Preferably, these transducers will comprise load cells or strain gauges, although rotary potentiometers may also be used. Load cells are preferably of the type identified by the designation MB-25 of Interface, Inc.
Although motion of the three rotational axes has been separately described, the operator will not necessarily rotate the handgrip member through one axis at a time. However, the rotation of the handgrip member by the operator will always be resolvable into pitch roll and yaw axes.
The hand controller in accordance with the invention is also provided with assemblies for translational motion. The basic operating principle is the same in each of the three translational axes and hence will be described for one axis only.
In the case of the X axis (parallel to the roll axis) translation, the relative motion and load transmission is measured between yoke 30 and vertical stabilizer 31 (see FIGS. 2 and 4). The yoke is supported via two shafts 101 and 103 which are rigidly bolted to it. Bearings 105 and 107 for the respective shafts are housed in the vertical stabilizer, and hence the shaft is free to move relative to the vertical stabilizer. Although the motion of the handgrip member is an arc with its center at shafts 101/103, because of the relatively large radius of this arc, the feel to the operator will be that of translational motion.
Load arm 32 is a close fit on the shaft 17 and is pinned to it. Two load cells 33 are used on each axis, one to sense motion in each direction (backwards and forwards). Load is applied to the cells via preloaded springs 34. The springs are set such that clearance exists between the buttons 35 and the load arm. (Note--load arms, load cells, springs, buttons, etc. are labelled in accordance with their respective axes. Thus, for example, load cells X33, Y33 and Z33 are the load cells in the X, Y and Z axes respectively while X35, Y35 and Z35 are the buttons of the X, Y and Z axes respectively.
The null break out mechanism (feel force assembly) is mounted across the load cell mounting on a bracket 36 and consists of two load arms 37 with end stop adjustments 38 and a preload spring 39. The arms control the movement of the pin X40 which is integral with the load arm X32.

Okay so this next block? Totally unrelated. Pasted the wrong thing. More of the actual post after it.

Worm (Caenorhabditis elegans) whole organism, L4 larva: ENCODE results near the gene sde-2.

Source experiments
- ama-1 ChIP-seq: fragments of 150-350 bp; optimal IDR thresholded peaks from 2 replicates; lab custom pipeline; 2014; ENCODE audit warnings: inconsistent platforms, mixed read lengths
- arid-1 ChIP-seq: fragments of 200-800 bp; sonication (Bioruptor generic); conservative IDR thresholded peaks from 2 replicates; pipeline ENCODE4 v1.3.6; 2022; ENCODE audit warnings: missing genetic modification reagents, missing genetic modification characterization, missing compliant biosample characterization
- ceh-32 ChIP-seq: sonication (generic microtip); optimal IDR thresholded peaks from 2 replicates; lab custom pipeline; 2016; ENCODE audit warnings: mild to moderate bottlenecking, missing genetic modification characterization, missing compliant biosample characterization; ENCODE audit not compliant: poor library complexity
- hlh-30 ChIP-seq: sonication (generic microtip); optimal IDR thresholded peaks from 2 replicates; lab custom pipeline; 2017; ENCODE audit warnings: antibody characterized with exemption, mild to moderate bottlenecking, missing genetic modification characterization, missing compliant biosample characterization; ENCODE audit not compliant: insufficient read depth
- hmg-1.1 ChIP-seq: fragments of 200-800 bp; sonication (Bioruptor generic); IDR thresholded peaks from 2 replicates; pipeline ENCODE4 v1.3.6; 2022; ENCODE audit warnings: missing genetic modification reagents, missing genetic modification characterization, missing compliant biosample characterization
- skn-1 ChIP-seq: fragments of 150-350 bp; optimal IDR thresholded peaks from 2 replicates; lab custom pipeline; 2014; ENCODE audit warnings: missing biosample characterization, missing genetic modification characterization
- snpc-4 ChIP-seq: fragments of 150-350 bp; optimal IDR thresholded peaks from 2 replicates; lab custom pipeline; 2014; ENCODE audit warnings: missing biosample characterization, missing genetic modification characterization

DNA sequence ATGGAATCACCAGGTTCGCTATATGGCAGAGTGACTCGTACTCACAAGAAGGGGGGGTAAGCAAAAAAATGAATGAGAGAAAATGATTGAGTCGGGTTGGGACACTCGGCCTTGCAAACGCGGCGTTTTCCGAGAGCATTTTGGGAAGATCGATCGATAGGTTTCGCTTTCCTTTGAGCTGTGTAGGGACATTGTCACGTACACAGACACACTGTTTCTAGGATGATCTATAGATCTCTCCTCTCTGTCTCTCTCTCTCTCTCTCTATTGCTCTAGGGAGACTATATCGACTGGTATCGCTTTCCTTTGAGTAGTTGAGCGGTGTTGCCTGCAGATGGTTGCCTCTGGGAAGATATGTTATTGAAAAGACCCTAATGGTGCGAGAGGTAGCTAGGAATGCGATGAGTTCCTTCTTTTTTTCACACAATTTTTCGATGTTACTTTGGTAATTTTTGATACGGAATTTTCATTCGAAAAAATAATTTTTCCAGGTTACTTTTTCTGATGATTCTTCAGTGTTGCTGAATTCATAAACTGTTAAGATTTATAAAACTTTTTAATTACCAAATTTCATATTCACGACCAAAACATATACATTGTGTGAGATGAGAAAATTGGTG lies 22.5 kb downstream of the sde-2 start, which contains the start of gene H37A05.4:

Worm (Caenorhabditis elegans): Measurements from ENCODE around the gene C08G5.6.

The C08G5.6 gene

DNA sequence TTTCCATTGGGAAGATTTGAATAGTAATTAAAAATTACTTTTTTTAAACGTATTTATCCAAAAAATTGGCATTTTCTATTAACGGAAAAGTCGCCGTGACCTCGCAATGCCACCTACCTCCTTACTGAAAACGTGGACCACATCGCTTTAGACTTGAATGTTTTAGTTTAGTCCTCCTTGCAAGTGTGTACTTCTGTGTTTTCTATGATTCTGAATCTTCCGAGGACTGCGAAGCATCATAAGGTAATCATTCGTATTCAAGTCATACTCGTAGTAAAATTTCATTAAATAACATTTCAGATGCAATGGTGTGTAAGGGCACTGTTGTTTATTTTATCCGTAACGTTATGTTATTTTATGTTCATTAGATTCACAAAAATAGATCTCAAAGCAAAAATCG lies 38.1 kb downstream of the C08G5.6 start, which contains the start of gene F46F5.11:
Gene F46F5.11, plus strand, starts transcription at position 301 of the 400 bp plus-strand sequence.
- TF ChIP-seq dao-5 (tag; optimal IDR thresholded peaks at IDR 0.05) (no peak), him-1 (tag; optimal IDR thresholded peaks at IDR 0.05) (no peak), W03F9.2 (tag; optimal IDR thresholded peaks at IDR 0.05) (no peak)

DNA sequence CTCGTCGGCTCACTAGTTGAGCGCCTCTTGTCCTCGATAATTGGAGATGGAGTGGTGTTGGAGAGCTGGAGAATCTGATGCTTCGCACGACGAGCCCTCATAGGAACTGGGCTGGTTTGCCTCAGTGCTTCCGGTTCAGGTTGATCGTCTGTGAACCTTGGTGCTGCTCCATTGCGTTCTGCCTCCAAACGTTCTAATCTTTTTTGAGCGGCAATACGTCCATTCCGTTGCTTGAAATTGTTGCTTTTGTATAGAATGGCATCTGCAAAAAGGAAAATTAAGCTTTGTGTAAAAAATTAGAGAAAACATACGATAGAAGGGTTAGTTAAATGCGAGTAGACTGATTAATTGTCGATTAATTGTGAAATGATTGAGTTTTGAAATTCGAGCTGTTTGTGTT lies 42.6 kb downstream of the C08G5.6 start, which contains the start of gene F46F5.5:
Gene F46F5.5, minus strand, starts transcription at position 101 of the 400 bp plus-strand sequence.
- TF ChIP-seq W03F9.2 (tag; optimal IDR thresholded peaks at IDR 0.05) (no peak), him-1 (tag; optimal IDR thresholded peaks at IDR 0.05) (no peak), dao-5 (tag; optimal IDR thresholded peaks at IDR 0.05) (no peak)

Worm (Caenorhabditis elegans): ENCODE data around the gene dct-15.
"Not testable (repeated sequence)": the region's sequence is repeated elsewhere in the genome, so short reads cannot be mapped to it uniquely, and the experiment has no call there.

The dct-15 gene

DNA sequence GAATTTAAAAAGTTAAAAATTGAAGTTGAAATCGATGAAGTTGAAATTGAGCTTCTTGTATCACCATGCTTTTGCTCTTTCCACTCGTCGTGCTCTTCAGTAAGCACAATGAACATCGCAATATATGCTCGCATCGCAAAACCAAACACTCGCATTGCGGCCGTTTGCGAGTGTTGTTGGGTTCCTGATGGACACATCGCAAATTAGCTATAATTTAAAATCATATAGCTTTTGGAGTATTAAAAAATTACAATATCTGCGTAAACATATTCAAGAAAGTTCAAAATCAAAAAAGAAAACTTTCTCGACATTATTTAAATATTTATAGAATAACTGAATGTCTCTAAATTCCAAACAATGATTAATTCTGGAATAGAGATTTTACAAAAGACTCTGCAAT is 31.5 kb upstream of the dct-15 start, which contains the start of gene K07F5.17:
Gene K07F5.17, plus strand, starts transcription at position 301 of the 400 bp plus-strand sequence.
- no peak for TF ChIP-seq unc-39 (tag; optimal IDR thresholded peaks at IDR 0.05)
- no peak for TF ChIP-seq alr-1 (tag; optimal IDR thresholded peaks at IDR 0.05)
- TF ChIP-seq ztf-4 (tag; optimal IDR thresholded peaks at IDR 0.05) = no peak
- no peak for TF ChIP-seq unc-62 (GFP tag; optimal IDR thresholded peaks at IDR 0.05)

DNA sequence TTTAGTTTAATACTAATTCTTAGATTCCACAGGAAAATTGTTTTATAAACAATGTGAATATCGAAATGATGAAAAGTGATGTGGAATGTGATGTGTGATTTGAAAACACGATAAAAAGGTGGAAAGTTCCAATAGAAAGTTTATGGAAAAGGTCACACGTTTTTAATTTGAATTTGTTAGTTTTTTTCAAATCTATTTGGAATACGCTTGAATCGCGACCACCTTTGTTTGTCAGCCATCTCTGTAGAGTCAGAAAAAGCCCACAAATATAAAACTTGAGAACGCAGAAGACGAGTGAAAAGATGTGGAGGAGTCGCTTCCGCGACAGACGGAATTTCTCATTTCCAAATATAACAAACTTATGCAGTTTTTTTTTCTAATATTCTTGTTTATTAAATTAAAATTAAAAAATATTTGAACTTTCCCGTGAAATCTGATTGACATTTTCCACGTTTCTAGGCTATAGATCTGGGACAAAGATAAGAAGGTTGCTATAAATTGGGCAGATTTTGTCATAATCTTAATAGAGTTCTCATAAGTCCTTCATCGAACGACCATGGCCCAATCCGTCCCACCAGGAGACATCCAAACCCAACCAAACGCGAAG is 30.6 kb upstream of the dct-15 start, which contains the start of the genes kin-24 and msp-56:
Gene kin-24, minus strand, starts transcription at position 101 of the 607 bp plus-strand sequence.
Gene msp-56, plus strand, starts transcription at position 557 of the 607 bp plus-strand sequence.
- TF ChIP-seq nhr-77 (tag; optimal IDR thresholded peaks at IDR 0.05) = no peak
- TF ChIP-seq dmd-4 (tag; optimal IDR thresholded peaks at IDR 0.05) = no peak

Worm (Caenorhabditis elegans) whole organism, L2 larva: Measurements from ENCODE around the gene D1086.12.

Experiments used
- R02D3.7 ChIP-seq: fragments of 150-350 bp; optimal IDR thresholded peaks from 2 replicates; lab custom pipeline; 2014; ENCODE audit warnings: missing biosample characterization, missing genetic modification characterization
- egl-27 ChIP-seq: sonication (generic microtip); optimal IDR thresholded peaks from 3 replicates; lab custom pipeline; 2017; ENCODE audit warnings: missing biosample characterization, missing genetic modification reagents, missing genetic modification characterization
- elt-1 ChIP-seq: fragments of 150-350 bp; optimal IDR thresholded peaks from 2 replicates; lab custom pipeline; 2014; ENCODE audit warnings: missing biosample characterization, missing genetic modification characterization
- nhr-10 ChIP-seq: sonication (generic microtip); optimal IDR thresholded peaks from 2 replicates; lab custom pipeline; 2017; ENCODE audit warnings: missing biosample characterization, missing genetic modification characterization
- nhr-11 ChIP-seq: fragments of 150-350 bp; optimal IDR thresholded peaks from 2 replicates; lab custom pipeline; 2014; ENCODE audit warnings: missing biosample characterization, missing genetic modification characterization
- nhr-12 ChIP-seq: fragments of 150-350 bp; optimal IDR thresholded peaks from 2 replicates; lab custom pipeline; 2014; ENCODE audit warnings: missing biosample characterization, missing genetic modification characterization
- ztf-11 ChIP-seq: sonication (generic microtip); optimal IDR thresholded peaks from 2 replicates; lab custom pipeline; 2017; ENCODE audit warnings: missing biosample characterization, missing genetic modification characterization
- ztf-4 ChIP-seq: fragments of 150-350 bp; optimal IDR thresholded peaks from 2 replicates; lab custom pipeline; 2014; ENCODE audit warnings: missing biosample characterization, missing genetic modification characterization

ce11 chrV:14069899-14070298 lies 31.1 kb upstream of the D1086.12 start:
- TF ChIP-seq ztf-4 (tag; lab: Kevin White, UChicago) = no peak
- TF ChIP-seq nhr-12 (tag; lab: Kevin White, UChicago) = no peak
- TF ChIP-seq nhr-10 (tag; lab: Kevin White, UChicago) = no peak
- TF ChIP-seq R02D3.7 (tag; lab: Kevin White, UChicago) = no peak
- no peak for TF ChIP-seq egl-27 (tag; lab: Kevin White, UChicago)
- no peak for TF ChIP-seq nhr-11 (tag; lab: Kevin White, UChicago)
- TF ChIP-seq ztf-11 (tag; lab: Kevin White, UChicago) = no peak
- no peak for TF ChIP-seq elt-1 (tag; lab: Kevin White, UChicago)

A similar arrangement is provided for the Y axis, which is parallel to the pitch axis, however, only the preloaded springs Y34 and the buttons Y35 are shown in FIG. 1.
In operation, the null is adjusted using the load arm adjustments such that the desired clearance exists between the pin and the arms permitting limited movement of the handgrip member without output. To produce an output, load is applied to the handgrip member. As the load exceeds the break out limit of the spring 39, the load arm moves out of the null position and in so doing makes contact with the button 35. Increasing load applied to the handgrip member will then produce an output from that load cell proportional to the applied load without further detectable movement of the handgrip member up to the point where the maximum system rate has been commanded (soft stop). If more load is applied, then the preload in the spring 34 will be exceeded and the handle will travel to the limit of the end stops (or hard stop) adjusted by screws 40.
As above-mentioned, the same mechanism as described above is used in the Y and Z axes. In the case of the Y axis, the relative motion and load transmission is measured between the yoke 30 and the yaw Y bracket 19 via the support shaft 41 which is supported in bearings 42 within the yoke. (See FIG. 4). As mentioned, only springs Y34 and Y35 are illustrated in FIG. 1.
For the Z axis, which is parallel to the yaw axis, relative motion between the main support yoke 43 and fixed base of the assembly 44 about the main support shaft 109 is sensed. Spring 45 (see FIG. 2) is a long low rate spring means which counteracts gravity to balance the Z travel in the null position. For zero g operation, the spring 45 would be removed. Spring 45 is attached, at its bottom end, to knob 143 of support yoke 43 and, at its bottom end, to knob 148 of horizontal link 48, which is supported by vertical link 50. The horizontal link pivots relative to block 46 about pivot point 110, while vertical link 50 pivots relative to horizontal link 48 about pivot point 112.